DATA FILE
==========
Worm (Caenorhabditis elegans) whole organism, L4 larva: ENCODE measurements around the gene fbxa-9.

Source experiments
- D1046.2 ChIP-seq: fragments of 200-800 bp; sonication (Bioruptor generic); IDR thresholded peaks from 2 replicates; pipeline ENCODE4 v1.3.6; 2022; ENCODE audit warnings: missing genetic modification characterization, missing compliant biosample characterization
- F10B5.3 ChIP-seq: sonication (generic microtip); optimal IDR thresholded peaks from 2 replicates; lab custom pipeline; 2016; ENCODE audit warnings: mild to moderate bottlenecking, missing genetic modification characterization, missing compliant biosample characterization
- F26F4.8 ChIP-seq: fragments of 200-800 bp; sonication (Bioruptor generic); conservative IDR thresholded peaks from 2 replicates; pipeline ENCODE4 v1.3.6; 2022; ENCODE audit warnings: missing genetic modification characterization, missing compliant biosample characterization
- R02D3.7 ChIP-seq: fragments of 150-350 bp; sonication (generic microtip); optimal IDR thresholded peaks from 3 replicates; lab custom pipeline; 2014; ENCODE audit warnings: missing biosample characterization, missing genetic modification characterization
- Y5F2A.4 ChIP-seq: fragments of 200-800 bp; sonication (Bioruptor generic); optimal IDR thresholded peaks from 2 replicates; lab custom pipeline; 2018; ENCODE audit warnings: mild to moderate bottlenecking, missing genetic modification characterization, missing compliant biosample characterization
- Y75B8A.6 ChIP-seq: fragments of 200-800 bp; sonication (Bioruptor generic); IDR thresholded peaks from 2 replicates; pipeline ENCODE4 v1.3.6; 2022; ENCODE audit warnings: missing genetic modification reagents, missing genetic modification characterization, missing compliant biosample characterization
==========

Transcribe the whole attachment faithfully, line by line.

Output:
Worm (Caenorhabditis elegans) whole organism, L4 larva: ENCODE measurements around the gene fbxa-9.

Source experiments
- D1046.2 ChIP-seq: fragments of 200-800 bp; sonication (Bioruptor generic); IDR thresholded peaks from 2 replicates; pipeline ENCODE4 v1.3.6; 2022; ENCODE audit warnings: missing genetic modification characterization, missing compliant biosample characterization
- F10B5.3 ChIP-seq: sonication (generic microtip); optimal IDR thresholded peaks from 2 replicates; lab custom pipeline; 2016; ENCODE audit warnings: mild to moderate bottlenecking, missing genetic modification characterization, missing compliant biosample characterization
- F26F4.8 ChIP-seq: fragments of 200-800 bp; sonication (Bioruptor generic); conservative IDR thresholded peaks from 2 replicates; pipeline ENCODE4 v1.3.6; 2022; ENCODE audit warnings: missing genetic modification characterization, missing compliant biosample characterization
- R02D3.7 ChIP-seq: fragments of 150-350 bp; sonication (generic microtip); optimal IDR thresholded peaks from 3 replicates; lab custom pipeline; 2014; ENCODE audit warnings: missing biosample characterization, missing genetic modification characterization
- Y5F2A.4 ChIP-seq: fragments of 200-800 bp; sonication (Bioruptor generic); optimal IDR thresholded peaks from 2 replicates; lab custom pipeline; 2018; ENCODE audit warnings: mild to moderate bottlenecking, missing genetic modification characterization, missing compliant biosample characterization
- Y75B8A.6 ChIP-seq: fragments of 200-800 bp; sonication (Bioruptor generic); IDR thresholded peaks from 2 replicates; pipeline ENCODE4 v1.3.6; 2022; ENCODE audit warnings: missing genetic modification reagents, missing genetic modification characterization, missing compliant biosample characterization